Supreme Court agrees with state board on consolidation plan

By Kyla Asbury | Oct 10, 2017

CHARLESTON – The West Virginia Supreme Court of Appeals has issued an opinion, stating that it agrees with the West Virginia Board of Education in rejecting a plan to consolidate schools in Nicholas County.

CHARLESTON – The West Virginia Supreme Court of Appeals has issued an opinion, stating that it agrees with the West Virginia Board of Education in rejecting a plan to consolidate schools in Nicholas County.

The Supreme Court concluded that the WVBOE is vested with constitutional, statutory and regulatory authority to exercise its discretion in accepting or rejecting an amended consolidated educational facilities plan and attendant consolidation plan and that mere procedural compliance with statutory and regulatory requirements does not entitle a county board of education to approval of its proposed plan.

Justice Margaret Workman authored the majority opinion. Chief Justice Allen Loughry concurred and filed a separate opinion.

“We further find that the reasons formally adopted by the WVBOE for rejection of the plan were neither arbitrary nor capricious,” Workman wrote. “Therefore, the circuit court erred in granting the writ of mandamus.”

The consolidation plan was to consolidate Nicholas County High School, Richwood High School, Richwood Middle School and Summersville Middle School.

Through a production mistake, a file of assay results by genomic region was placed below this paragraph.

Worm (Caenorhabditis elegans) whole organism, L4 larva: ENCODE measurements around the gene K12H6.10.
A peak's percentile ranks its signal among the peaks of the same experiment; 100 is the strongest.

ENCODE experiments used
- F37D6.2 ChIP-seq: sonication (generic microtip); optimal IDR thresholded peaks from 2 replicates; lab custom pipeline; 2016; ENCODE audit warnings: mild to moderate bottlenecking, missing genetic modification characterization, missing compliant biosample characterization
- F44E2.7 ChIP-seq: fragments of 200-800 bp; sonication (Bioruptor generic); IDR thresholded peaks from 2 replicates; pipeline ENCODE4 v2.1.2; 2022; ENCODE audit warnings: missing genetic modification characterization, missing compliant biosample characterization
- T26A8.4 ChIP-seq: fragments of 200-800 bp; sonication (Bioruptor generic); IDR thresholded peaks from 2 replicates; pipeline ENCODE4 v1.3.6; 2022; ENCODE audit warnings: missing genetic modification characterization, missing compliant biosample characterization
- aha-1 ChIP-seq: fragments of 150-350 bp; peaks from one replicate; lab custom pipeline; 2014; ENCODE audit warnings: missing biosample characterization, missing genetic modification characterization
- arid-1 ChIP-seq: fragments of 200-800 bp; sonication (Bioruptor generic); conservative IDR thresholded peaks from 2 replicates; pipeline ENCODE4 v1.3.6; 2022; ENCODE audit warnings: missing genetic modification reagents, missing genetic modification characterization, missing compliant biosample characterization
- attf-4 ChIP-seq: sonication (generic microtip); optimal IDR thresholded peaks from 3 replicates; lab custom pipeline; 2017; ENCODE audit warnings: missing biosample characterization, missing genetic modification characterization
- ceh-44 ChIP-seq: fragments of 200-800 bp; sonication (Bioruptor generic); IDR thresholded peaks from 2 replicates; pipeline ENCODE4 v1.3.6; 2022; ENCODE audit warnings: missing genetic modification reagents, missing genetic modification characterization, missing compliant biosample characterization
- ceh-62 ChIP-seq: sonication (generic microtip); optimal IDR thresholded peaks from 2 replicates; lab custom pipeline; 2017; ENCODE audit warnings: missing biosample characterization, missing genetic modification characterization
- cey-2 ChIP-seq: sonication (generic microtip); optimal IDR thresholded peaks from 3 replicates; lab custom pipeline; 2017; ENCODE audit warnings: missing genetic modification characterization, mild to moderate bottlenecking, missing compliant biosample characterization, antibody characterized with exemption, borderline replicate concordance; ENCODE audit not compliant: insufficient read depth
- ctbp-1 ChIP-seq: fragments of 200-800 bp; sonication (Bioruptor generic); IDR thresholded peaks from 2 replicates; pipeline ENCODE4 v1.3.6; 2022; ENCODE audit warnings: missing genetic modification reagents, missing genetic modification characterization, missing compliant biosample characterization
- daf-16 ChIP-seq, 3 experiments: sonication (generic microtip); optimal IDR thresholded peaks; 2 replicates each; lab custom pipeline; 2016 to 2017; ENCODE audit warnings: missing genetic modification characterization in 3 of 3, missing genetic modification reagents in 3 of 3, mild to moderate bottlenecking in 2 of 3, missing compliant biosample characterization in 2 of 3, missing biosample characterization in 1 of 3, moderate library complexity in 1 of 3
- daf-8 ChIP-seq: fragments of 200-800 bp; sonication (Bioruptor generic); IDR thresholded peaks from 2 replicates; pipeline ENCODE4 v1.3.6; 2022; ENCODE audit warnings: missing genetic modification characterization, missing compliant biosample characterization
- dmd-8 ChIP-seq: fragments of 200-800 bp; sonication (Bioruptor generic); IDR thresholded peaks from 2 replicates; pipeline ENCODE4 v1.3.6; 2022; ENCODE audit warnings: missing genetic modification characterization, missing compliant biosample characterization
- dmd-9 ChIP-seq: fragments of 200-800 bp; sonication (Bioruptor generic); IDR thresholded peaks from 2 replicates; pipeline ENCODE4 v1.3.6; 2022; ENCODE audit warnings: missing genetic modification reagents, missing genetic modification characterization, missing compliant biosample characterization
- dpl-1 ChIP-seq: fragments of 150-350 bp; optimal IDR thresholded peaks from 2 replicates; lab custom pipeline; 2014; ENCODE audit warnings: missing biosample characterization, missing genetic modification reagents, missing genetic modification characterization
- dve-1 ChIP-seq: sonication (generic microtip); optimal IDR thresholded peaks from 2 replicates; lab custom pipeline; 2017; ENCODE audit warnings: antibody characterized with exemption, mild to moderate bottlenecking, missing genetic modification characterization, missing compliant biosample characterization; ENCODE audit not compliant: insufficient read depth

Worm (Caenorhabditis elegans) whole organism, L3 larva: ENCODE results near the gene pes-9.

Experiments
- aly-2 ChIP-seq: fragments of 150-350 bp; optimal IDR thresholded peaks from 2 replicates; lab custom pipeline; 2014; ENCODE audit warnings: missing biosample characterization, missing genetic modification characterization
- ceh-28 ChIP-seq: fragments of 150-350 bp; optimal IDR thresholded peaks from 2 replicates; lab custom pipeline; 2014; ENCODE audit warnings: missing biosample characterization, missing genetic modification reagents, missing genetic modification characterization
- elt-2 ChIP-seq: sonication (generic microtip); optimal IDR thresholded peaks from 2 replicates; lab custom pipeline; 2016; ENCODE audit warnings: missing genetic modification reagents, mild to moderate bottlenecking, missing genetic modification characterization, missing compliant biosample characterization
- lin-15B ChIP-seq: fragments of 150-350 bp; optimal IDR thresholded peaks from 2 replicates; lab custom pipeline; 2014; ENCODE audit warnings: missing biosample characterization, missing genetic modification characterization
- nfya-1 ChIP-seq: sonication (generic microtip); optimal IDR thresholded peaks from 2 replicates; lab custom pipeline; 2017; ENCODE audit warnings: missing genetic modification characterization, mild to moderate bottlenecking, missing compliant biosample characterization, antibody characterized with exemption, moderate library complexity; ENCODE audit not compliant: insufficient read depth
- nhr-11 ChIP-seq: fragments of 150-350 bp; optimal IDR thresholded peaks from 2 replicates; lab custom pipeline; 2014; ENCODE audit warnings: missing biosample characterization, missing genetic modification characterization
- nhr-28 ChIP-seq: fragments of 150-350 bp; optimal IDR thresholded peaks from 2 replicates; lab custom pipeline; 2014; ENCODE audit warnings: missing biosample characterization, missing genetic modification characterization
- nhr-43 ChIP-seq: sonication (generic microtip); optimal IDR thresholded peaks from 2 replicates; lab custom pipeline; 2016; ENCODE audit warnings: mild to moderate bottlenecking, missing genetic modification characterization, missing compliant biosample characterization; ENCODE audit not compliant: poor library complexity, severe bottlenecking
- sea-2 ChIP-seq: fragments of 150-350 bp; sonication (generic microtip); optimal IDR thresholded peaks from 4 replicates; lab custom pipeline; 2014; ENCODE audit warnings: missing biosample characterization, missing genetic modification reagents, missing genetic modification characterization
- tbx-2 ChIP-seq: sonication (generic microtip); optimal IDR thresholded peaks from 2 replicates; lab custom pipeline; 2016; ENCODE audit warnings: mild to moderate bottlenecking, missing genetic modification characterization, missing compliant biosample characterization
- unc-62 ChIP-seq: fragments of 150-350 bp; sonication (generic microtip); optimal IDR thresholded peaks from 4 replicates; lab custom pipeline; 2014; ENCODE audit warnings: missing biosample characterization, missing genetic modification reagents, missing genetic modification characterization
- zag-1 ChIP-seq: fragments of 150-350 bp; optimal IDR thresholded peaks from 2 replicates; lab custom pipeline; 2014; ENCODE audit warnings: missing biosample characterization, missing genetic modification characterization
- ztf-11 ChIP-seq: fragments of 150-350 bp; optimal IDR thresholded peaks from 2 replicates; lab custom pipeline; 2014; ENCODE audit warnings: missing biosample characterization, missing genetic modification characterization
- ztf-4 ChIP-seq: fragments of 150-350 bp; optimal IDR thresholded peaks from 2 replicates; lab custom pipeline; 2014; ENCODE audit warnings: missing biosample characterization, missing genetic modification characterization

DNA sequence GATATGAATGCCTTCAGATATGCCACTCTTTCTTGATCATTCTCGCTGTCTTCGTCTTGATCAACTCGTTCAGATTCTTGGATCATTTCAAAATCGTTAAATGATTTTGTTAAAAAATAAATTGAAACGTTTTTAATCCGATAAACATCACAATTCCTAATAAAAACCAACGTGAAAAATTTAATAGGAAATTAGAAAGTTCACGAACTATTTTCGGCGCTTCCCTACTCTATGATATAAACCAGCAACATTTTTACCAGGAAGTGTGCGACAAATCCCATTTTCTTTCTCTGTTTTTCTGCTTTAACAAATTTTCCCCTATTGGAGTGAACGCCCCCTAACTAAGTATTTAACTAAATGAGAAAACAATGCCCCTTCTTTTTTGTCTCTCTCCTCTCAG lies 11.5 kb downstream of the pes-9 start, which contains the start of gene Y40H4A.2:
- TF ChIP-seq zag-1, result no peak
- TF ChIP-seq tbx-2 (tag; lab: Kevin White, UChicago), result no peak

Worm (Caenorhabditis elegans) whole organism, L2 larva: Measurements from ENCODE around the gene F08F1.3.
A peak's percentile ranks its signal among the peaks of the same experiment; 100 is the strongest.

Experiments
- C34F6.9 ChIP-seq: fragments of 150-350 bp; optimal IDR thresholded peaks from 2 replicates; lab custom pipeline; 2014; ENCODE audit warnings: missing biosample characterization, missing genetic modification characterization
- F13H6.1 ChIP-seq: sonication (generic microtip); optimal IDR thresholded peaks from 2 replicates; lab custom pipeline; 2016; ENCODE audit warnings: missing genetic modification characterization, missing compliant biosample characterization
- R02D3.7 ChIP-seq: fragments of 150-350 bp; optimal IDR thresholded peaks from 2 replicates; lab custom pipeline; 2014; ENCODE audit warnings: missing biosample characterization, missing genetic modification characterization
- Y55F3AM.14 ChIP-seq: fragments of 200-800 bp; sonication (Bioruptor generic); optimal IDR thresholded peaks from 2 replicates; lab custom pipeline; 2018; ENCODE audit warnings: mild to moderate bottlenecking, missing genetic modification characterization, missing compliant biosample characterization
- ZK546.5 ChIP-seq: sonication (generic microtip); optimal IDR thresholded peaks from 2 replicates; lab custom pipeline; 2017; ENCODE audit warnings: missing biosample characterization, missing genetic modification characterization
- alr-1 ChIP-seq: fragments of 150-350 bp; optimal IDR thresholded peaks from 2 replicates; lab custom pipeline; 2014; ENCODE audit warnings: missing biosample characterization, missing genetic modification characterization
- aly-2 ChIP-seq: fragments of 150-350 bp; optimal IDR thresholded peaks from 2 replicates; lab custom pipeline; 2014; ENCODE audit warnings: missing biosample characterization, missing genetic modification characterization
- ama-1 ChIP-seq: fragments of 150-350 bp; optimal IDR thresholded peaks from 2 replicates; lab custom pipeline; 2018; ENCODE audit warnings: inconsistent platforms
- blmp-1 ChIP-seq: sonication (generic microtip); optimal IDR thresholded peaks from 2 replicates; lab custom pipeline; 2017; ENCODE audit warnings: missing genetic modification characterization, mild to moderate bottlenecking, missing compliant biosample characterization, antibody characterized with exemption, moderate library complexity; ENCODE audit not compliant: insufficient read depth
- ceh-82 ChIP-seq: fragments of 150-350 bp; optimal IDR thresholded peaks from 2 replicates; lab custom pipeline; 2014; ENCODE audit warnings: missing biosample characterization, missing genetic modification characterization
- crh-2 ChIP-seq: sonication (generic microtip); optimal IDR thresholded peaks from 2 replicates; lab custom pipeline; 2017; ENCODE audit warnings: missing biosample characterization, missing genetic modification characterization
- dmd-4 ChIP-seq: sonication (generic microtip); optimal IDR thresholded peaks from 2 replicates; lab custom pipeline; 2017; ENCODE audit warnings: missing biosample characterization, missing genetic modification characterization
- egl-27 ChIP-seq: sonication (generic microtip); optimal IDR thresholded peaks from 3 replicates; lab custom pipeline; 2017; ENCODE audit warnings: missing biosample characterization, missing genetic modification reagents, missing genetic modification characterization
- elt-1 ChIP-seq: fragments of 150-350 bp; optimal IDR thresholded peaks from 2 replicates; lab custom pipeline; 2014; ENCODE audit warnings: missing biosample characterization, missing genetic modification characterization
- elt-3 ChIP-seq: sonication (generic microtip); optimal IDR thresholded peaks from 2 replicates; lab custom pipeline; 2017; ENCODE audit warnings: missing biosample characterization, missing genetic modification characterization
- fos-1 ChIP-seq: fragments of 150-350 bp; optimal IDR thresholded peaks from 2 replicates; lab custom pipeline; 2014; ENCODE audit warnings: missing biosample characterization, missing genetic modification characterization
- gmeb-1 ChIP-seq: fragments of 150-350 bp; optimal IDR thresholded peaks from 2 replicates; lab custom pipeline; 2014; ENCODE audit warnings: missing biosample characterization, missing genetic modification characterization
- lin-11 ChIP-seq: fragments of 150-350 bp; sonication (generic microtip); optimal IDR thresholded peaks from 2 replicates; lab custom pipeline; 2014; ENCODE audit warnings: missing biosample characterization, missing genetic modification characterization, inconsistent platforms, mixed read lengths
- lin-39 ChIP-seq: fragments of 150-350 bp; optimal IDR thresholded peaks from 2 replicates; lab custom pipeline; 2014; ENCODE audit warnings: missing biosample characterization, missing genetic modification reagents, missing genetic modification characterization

The Nicholas County Board of Education planned on using FEMA recovery money from last year’s flood, which damaged the schools, to build a new, consolidated campus for the four schools, as well as the county’s vocational education center.

Kanawha Circuit Judge Louis “Duke” Bloom ordered the state board to either give conditional approval to the Nicholas County Board of Education’s school consolidation plan or for it to post a bond in the amount of $130 million to cover federal funds on the line with FEMA. In the previous ruling, Bloom ruled that the state board erred in rejecting the county’s consolidation plan.

“The issue presented herein is whether the WVBOE has authority to reject a CEFP amendment attendant to a consolidation plan, where the local board has complied with the requirements contained in West Virginia Code § 18-5-13a and West Virginia Code of State Regulations §§ 126-176-1 et seq.,” Workman wrote. “If the Court determines that the WVBOE has such authority, it must ascertain whether such authority was exercised arbitrarily or capriciously in this case.”

Workman said the court had historically observed in cases of this nature, that the advisability, or lack thereof, of consolidation is not properly within this court’s purview.

“The wisdom, efficacy and feasibility of school consolidation are matters reserved to the respective boards of education,” she wrote. “This Court’s charge is solely to ascertain whether the WVBOE’s rejection of the CEFP amendment was a proper use of its lawful authority.”

Multiple members of the state board expressed concern that the public hearings conducted were perfunctory and failed to address issues and concerns raised.